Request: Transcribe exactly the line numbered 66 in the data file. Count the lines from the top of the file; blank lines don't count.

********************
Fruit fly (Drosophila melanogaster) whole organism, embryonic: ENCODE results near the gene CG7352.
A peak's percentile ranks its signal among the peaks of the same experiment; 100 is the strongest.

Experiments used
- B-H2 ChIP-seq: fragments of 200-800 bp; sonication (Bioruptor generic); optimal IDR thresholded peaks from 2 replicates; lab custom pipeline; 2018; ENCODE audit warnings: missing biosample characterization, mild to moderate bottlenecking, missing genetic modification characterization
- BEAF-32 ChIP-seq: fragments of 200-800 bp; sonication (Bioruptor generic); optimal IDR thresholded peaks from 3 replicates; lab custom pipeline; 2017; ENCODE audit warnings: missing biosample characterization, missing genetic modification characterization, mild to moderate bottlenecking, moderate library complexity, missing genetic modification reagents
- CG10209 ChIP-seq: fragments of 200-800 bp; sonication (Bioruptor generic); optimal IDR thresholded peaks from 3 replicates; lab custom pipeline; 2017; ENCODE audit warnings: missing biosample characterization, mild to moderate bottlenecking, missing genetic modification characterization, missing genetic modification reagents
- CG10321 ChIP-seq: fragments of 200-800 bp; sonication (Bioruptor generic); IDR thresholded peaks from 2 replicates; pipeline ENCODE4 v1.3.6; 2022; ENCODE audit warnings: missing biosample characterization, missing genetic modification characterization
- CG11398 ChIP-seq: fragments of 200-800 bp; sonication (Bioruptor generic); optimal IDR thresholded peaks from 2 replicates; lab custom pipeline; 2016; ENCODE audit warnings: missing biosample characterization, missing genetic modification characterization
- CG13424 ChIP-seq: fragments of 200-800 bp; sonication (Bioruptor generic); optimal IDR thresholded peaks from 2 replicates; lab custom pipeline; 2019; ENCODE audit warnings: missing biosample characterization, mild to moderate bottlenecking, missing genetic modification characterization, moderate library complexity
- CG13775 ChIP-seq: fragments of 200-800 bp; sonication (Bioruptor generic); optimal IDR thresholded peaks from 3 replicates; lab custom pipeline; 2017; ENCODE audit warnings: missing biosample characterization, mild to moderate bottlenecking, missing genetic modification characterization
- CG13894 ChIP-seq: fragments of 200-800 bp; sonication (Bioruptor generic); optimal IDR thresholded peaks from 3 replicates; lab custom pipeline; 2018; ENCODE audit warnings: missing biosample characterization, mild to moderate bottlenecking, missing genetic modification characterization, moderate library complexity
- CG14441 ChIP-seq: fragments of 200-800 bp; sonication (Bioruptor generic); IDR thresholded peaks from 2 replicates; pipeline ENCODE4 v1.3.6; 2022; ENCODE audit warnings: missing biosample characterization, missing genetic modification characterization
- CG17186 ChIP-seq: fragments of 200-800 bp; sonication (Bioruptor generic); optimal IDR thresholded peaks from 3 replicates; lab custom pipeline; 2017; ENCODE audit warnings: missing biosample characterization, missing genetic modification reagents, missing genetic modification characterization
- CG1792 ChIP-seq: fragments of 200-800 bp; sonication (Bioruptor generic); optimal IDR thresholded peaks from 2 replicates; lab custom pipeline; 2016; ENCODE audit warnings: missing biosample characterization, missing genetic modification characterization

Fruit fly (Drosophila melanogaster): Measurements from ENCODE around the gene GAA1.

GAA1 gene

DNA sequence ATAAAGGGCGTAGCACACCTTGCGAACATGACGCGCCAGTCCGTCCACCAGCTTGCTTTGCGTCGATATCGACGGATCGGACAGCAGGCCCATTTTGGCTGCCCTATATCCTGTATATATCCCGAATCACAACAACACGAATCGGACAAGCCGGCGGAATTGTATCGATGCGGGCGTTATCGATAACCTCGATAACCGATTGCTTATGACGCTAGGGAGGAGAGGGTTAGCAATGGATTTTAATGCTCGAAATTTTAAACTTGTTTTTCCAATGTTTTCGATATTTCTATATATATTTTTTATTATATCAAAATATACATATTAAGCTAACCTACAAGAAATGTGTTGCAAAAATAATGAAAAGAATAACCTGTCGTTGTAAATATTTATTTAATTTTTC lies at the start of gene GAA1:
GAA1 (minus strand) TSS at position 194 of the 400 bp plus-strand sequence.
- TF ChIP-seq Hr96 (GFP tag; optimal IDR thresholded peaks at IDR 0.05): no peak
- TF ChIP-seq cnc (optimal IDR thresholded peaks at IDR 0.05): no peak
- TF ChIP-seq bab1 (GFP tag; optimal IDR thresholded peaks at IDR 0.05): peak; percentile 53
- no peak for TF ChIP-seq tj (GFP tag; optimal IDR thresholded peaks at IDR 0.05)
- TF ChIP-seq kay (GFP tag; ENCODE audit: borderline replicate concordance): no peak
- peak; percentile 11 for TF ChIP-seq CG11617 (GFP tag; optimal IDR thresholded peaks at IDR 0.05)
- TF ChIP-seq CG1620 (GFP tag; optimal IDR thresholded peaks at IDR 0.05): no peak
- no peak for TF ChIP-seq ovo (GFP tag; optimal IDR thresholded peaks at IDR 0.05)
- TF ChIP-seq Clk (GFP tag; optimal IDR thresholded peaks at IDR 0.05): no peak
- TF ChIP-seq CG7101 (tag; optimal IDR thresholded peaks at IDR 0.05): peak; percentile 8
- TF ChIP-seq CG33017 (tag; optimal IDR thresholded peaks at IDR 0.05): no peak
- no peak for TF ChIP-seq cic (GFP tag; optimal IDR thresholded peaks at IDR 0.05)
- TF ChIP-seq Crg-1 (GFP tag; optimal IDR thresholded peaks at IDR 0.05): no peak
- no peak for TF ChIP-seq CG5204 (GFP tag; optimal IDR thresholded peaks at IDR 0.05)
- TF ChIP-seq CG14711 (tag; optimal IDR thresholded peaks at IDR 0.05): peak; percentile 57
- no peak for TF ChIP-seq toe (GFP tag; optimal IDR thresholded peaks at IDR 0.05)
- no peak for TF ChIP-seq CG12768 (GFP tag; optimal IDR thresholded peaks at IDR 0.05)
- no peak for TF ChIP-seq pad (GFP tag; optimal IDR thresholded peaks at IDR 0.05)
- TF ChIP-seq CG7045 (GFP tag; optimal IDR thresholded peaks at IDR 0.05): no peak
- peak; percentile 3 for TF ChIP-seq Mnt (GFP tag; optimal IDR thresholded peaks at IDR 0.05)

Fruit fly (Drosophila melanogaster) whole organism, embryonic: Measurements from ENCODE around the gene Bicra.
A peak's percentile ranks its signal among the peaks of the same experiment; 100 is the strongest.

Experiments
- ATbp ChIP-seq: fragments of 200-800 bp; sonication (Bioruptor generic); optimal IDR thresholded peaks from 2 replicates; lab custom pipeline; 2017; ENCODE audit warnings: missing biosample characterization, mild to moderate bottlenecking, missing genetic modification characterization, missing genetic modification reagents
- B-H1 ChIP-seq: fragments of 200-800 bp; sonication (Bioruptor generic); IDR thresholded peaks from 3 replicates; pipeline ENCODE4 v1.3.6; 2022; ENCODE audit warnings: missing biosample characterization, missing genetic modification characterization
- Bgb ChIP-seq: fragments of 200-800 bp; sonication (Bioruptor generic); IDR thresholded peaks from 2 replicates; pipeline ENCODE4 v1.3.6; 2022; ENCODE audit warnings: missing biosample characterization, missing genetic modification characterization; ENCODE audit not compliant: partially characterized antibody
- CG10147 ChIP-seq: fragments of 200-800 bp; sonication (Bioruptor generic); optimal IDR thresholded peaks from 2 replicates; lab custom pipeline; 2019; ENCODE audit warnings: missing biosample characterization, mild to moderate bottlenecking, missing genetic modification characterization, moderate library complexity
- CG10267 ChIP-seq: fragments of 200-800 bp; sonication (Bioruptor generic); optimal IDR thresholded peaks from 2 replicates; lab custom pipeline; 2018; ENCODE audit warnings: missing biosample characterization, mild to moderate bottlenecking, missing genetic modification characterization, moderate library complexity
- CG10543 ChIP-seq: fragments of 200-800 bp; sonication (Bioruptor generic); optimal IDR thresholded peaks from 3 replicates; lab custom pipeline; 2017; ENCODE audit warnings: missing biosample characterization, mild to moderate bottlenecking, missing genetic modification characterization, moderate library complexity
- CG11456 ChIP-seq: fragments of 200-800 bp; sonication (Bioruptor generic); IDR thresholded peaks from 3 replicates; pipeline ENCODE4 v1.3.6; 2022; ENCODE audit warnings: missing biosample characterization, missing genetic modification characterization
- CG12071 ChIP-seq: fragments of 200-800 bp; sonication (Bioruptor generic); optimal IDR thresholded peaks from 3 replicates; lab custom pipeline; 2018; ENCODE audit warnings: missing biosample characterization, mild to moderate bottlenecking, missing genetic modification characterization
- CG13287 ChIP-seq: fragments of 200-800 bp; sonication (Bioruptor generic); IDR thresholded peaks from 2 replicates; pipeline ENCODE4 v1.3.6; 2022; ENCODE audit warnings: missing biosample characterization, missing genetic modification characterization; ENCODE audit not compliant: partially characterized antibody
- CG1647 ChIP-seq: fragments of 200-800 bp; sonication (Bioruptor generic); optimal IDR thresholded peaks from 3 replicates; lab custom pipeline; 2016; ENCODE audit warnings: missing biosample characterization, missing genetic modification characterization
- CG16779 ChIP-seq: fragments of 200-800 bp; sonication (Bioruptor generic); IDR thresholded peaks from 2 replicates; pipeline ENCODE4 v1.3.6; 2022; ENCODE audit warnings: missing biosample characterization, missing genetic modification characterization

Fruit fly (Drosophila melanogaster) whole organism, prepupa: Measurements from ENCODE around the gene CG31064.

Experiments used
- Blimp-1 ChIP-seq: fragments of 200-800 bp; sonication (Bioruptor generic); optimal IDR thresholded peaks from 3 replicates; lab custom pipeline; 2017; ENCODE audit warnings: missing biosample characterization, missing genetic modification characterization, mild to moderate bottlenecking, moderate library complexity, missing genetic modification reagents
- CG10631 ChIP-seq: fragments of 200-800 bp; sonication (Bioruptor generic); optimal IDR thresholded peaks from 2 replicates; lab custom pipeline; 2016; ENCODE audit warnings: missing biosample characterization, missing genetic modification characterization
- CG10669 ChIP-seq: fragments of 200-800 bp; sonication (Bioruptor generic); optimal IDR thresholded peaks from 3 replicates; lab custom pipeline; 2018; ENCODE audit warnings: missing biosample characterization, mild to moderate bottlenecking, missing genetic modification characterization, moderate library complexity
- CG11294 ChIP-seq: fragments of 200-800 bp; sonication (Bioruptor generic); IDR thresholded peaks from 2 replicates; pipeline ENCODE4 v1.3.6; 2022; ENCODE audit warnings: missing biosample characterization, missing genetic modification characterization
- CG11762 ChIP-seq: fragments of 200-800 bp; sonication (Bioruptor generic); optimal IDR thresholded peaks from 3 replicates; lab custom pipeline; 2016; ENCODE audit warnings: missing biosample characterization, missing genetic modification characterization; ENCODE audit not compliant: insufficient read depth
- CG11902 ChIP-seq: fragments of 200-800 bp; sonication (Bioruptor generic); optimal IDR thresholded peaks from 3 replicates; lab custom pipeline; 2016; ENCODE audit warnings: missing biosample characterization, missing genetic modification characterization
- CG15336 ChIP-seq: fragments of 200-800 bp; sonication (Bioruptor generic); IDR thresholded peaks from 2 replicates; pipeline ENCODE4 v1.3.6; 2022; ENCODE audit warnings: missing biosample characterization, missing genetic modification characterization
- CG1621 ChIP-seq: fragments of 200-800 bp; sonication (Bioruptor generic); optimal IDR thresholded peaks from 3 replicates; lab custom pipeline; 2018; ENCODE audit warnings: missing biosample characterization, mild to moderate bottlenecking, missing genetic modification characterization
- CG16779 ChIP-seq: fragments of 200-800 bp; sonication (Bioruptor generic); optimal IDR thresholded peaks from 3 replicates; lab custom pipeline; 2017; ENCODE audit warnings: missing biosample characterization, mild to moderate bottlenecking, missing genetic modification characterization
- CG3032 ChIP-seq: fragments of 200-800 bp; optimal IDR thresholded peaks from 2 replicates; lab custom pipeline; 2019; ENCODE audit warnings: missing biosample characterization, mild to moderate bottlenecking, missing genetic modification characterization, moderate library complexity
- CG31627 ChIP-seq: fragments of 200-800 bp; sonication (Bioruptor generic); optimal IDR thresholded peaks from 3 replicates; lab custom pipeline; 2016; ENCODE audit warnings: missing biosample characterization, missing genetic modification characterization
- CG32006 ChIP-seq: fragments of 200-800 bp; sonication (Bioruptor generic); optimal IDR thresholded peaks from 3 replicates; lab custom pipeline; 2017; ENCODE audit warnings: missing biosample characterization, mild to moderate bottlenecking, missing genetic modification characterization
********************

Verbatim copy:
- CG32006 ChIP-seq: fragments of 200-800 bp; sonication (Bioruptor generic); optimal IDR thresholded peaks from 3 replicates; lab custom pipeline; 2017; ENCODE audit warnings: missing biosample characterization, mild to moderate bottlenecking, missing genetic modification characterization